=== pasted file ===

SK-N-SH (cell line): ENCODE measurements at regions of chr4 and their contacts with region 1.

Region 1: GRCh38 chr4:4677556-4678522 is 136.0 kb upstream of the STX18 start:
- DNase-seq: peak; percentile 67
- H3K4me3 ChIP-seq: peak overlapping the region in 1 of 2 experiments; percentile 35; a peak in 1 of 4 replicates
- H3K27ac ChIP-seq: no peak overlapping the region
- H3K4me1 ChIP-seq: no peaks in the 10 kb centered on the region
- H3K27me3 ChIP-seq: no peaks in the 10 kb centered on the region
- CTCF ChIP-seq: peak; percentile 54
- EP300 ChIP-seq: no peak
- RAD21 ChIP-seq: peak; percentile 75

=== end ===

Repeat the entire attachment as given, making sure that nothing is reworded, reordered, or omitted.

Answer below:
SK-N-SH (cell line): ENCODE measurements at regions of chr4 and their contacts with region 1.

Region 1: GRCh38 chr4:4677556-4678522 is 136.0 kb upstream of the STX18 start:
- DNase-seq: peak; percentile 67
- H3K4me3 ChIP-seq: peak overlapping the region in 1 of 2 experiments; percentile 35; a peak in 1 of 4 replicates
- H3K27ac ChIP-seq: no peak overlapping the region
- H3K4me1 ChIP-seq: no peaks in the 10 kb centered on the region
- H3K27me3 ChIP-seq: no peaks in the 10 kb centered on the region
- CTCF ChIP-seq: peak; percentile 54
- EP300 ChIP-seq: no peak
- RAD21 ChIP-seq: peak; percentile 75